An urban artist paints a mural featuring an Aymara woman vendor in the Chualluma neighbourhood.
A state-sponsored project in Bolivia is aiming to use urban art to capture some of the rich traditions of indigenous culture and turn an area into a tourist attraction.
The project involves adorning homes with murals and was carried out by residents of a poor neighbourhood who have sought inspiration from Andean textiles.
Images now include indigenous Aymara women selling produce and spices in the streets, hummingbirds taking flight and multicolored geometrical shapes on what once were plain adobe and brick walls on a hillside of Bolivia's capital.
"When we wake up in the morning, we now see colors. We no longer see the adobe or brick. I love my view," said Tomasa Gutiérrez, who heads the Chaulluma neighborhood council. She stood in front of a mural that read "Libertad" - Spanish for "Liberty" - and included paintings of "cholitas" indigenous women wearing the traditional billowing skirts, embroidered shawls and bowler hats.
"We've decided that our homes should show who we are, our customs, our culture," she said.
Chaulluma is located about 12,500 feet (3,800 meters) above sea level and it's reached by a steep staircase known ominously as "The 1,000 steps."
The high-altitude exercise leads to a majestic view of the snow-capped Illimani peak that towers over the mountain-locked Bolivian capital. Less ambitious visitors can ride a cable car that connects La Paz to its sister city of El Alto.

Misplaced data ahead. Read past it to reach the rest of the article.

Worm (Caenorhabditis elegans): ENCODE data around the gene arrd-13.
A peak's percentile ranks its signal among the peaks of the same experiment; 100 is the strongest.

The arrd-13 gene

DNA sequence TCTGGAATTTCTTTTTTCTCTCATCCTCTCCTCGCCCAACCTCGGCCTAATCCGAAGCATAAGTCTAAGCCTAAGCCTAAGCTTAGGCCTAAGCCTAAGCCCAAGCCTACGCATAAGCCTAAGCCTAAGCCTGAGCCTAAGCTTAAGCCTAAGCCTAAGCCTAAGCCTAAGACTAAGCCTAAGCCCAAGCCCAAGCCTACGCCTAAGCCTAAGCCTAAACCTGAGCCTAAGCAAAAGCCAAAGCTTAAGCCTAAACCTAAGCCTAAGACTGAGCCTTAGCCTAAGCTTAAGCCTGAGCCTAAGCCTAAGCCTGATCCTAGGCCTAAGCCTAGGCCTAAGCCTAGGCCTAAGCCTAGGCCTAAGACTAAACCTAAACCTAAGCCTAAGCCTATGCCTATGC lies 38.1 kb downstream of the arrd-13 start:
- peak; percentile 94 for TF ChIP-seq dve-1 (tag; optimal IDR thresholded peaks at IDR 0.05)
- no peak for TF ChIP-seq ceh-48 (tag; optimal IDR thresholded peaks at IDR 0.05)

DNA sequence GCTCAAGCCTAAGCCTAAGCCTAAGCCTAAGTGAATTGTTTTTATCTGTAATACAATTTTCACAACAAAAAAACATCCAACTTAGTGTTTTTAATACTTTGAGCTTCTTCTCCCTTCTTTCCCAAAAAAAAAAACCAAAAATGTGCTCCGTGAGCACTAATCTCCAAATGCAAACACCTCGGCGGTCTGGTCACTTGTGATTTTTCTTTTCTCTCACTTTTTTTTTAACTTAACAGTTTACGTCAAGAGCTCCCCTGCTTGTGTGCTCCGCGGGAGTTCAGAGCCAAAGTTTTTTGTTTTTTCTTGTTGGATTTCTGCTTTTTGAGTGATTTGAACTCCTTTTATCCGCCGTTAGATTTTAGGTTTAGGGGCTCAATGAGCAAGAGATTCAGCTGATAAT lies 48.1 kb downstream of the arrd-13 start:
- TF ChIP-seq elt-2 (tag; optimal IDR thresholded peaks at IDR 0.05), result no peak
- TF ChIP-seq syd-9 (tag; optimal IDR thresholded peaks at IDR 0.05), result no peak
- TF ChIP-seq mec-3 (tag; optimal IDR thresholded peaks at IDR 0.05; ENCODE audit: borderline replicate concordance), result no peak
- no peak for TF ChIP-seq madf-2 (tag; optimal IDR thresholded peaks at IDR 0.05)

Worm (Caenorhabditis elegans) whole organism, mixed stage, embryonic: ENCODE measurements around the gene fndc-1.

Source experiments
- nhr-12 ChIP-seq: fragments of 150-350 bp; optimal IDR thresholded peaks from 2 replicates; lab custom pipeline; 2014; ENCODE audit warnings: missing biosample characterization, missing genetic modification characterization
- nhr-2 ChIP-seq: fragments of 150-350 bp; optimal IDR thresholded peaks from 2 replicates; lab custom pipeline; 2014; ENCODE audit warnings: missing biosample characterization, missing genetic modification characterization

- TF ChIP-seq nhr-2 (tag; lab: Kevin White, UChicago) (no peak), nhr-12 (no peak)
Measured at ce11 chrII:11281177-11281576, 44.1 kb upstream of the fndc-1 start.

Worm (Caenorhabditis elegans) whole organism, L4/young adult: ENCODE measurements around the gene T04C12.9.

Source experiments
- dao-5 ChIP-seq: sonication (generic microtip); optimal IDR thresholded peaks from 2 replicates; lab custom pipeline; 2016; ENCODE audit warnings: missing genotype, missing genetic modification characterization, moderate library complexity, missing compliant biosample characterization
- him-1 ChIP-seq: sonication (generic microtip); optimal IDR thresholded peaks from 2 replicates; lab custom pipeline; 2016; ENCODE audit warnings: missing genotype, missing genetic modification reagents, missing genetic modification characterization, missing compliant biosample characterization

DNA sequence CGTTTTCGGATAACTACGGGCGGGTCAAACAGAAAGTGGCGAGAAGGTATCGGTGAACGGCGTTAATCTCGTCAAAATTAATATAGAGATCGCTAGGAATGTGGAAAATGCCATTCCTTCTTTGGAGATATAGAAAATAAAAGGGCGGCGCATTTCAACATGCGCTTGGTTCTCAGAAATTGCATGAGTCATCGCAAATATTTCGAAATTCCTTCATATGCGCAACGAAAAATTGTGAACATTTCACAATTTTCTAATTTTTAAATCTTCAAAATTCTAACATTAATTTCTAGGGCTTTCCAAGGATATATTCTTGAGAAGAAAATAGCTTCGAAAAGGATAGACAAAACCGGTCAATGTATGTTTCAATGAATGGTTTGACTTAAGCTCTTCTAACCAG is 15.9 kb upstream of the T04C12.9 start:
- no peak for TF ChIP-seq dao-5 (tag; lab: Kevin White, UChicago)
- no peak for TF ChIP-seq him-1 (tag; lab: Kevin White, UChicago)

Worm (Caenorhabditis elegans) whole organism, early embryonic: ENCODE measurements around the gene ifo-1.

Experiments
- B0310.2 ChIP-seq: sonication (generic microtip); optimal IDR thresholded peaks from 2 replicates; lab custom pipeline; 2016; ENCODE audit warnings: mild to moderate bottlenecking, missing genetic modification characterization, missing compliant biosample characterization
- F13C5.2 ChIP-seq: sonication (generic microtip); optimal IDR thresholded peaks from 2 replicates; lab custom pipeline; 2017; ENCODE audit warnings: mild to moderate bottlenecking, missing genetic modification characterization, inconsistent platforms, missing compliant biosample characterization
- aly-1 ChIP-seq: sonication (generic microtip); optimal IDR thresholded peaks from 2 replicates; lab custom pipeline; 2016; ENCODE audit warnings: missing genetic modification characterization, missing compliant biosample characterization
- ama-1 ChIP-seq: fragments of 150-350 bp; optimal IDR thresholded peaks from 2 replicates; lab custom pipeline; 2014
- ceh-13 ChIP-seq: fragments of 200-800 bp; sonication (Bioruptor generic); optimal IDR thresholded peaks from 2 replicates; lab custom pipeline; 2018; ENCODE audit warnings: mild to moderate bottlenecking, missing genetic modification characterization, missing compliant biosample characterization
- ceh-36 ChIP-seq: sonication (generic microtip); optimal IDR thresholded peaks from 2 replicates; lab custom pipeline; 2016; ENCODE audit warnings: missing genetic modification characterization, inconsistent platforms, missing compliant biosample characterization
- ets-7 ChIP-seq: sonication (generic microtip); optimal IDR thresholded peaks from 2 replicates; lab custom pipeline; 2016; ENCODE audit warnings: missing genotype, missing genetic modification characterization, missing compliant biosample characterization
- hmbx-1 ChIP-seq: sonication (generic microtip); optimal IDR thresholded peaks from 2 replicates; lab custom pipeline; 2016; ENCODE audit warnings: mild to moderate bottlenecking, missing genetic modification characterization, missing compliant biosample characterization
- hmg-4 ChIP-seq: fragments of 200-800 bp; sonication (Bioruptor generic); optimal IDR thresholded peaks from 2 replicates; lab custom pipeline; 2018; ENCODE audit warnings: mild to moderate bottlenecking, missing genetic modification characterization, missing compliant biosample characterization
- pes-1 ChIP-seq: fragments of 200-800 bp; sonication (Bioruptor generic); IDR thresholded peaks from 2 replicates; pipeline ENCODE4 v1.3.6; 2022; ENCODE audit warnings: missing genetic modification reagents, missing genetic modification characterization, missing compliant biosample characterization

The $4.5 million mural project called "Mi Qhatu" - "market" in Aymara - includes about 160 homes and is based on an initiative in Mexico's Hidalgo state, said Pablo Balanza, the coordinator of the National Fund for Productive and Social Investment.
The residents-turned-painters are guided by four urban artists and about 50 masons who have also made home renovations, including strengthening once-crumbling walls.
The project director, urban artist Knorke Leaf, said the murals seek to "bring joy" and attract tourists by showcasing the personality of Chaulluma's people, who are mainly artisans and vendors who migrated to the neighbourhood from the countryside.
"They painted my little home," said Eusebia Huanca, who has lived in the neighbourhood for 50 years. "They brought joy to me."
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